Fishing for smallmouth bass on the West Branch of the Penobscot River in Millinocket, Penobscot County, Maine (September 23, 2022)


This is the largest bass I caught after the first 2.5 hours of fishing. Very frustrating!


The West Branch of the Penobscot River flows through a complex set of reservoirs and hydroelectric dams in the area around Millinocket. My interest this afternoon is on a small section of river that runs between the boat launch off Medway Road and Dolby Pond located about one mile further downstream. Note that Dolby Pond is the iconic stump-filled reservoir visible on both sides of Route 11 when driving between East Millinocket and Millinocket. Medway Road starts at Route 11 in downtown Millinocket (look for the Millinocket Municipal Airport sign), loops down towards the Penobscot River, and then rejoins Route 11 about 3 miles further east.



This fat fallfish fell for my tube. Who knew they’d go after crayfish?


I heard rumors that this section the West Branch of the Penobscot River has some serious smallmouth bass, so I decide to check it out for myself. I notice a problem after arriving at the boat launch: the normal water level is down by at least 3 ft., exposing large swaths of the stumpy shoreline. Damn, that was a prime reason I wanted to fish this area: when the river runs full, much of the shoreline is a warren of hiding spots from which smallmouth bass can pounce on unsuspecting prey, or anglers’ lures. An official-looking note tacked on a nearby pole informs visitors that the water draw down is required to repair the Dolby Dam located at the downstream end of Dolby Pond. As a result, the bouldery boat launch, which is not hard-topped, is high and dry. Keep in mind that, under these conditions, putting in and taking out a trailered boat absolutely requires a four-wheel drive vehicle.


This 18-inch bronzeback was caught after I lost the “horse”. I’m still in pain thinking about it!


I put my boat in the water at 12:30 pm and leave my truck and trailer behind in the nearby spacious parking area. The air temperature is in the mid 60’s with an overcast sky and a strong wind blowing out of the north. The surface water is a surprisingly fresh 57°F, which seems cold to me for the end of the summer. Anglers can fish this section of the river for either salmonids (specifically, landlocked Atlantic salmon and brook trout) or smallmouth bass. My attention this afternoon is on the latter. Since I have never fished these parts, I spend a bit of time slowly motoring downstream to get “the lay of the land” using my fish finder and ensure that I do not hit my engine on submerged rocks. Fortunately, the current is slow and gentle. I quickly discover the presence of the old river channel down below, which reaches depths of 20+ ft. I hatch a plan out of that finding: I will stay away from the exposed shorelines and instead use a weighted tube bait to probe these depths by both jigging the lure and casting it out and swimming it back to the boat.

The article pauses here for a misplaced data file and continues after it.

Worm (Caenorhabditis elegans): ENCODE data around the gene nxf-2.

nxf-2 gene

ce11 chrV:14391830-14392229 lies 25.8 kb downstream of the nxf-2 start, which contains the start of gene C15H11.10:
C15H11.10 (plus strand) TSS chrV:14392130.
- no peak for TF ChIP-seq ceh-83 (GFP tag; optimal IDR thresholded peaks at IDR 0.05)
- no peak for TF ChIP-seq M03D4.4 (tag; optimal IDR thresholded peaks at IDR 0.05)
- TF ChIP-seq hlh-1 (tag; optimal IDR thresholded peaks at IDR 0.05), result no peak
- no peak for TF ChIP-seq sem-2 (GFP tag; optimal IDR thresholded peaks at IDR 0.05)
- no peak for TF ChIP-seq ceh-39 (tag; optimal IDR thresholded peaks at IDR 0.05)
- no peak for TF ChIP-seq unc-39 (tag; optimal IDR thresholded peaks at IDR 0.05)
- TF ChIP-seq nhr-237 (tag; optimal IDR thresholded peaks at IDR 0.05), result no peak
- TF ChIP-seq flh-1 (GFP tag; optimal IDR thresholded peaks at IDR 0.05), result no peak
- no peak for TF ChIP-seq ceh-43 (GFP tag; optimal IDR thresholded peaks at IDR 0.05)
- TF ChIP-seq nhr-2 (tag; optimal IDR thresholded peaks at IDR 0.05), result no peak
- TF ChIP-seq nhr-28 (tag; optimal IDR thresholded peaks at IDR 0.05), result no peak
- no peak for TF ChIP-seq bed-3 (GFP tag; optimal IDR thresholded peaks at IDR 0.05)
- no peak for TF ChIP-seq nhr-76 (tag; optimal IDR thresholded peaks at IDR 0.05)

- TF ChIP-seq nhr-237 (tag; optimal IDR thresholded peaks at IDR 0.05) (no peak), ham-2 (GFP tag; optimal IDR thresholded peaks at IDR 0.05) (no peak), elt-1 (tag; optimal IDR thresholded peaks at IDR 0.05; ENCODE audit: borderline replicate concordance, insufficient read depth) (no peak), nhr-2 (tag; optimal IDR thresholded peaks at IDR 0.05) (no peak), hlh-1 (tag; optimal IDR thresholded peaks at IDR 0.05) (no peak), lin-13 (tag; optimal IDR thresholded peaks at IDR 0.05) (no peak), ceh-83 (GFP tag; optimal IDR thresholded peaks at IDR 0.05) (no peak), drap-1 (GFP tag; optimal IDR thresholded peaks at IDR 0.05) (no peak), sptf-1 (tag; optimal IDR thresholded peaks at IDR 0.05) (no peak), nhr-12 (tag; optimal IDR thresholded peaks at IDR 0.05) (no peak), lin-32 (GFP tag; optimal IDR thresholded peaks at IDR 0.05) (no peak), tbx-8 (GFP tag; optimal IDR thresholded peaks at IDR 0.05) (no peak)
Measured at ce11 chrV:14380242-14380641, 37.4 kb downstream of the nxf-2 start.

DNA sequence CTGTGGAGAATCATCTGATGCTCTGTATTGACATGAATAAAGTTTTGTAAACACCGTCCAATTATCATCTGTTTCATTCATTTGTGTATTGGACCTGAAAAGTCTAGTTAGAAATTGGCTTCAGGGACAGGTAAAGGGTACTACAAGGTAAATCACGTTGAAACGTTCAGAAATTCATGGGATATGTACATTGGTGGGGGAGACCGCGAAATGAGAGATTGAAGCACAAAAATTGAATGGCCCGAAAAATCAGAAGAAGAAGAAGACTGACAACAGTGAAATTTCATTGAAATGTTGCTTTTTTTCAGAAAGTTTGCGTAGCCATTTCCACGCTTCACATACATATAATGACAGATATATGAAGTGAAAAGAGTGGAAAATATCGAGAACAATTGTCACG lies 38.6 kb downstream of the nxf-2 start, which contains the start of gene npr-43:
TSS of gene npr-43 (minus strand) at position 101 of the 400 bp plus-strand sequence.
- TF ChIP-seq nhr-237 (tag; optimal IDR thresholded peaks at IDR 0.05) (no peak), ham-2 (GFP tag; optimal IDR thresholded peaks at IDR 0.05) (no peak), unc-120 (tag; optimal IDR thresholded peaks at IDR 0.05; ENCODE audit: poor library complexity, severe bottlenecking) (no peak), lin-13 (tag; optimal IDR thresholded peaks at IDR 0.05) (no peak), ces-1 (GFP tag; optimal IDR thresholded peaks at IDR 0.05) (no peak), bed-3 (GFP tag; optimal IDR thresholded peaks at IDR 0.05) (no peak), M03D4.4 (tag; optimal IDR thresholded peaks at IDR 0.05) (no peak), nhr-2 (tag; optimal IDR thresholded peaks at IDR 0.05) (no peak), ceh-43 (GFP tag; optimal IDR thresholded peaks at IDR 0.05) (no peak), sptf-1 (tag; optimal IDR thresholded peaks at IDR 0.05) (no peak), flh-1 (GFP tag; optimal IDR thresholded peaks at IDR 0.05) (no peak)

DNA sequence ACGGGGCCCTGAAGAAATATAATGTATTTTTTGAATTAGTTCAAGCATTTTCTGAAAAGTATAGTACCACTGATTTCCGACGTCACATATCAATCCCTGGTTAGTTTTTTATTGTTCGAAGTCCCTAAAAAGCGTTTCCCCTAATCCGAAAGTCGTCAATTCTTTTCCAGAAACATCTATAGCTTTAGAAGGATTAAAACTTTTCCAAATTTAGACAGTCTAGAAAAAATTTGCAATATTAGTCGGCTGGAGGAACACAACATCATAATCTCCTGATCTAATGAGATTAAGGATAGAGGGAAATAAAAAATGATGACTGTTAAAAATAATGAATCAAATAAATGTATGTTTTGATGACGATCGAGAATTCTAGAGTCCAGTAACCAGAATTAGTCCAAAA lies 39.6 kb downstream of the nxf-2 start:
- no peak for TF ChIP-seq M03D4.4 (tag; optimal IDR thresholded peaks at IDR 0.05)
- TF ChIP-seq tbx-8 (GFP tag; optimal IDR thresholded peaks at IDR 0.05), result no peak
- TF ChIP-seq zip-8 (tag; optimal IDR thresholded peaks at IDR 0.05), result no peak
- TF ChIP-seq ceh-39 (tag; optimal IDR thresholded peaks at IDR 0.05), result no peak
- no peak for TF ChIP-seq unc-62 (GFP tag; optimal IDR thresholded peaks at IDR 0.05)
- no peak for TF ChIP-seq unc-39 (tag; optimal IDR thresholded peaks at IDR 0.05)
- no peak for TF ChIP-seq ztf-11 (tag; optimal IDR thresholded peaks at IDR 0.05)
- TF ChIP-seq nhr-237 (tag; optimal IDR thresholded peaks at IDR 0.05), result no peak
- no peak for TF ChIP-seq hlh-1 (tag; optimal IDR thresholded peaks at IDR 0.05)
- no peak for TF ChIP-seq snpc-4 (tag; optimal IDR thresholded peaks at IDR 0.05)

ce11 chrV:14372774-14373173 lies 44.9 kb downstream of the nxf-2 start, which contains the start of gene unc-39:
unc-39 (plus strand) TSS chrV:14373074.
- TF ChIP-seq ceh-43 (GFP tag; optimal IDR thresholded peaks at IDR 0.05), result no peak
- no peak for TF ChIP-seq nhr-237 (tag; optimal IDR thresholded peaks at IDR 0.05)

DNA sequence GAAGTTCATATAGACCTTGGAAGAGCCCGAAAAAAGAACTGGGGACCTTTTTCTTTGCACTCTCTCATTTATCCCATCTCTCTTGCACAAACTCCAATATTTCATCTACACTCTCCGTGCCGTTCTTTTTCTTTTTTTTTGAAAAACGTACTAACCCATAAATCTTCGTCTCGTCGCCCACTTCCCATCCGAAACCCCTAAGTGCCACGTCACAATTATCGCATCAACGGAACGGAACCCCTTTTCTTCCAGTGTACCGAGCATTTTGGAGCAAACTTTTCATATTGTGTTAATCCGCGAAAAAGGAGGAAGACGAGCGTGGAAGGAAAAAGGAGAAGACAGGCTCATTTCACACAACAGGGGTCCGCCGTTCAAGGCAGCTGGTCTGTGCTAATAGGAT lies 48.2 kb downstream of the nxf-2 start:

This was the weapon I used to probe the deep waters in the former river channel: a hollow tube bait with a 1/4 ounce jig head and an extra sliding weight to quickly bring the lure deep into the water column.


Well, to make a long story short, the size of the six smallmouth bass (the largest of which measures about 14 inches) I catch over the next two and a half hours leave me decidedly underwhelmed. I am deeply disappointed with the results and decide to slowly motor back up to the boat launch while trolling my tube bait (but making sure to “rip” it constantly to impart the lure with erratic motion). I have been at it for about 10 minutes when it suddenly feels like I have hooked into a horse! Holy mackerel, this fish is HUGE by the way it fights!! It pulls and rips line of my reel for about 30 seconds before the hook pops out of its mouth and the line goes limp. Noooo! This can’t be true…. F*ck! I tell you, that fish was one for the record books. I am crestfallen but continue trolling. Then, lightning strikes a second time ten minutes later when I hook, fight, and land a smaller 18-inch smallmouth bass, followed by a 15-inch bass four minutes later. Boy, it looks like I finally found a pattern, but I have to move on to my next destination. The bottom line is that the rumors are correct about monster bronzebacks residing in this section of the West Branch of the Penobscot River. It just took me a while to figure out how to catch them. I definitely plan a return visit in the future to spend more time exploring this beautiful area.


The results: I caught 8 smallmouth bass (largest = 18 inches) in 3 hours of slow fishing.


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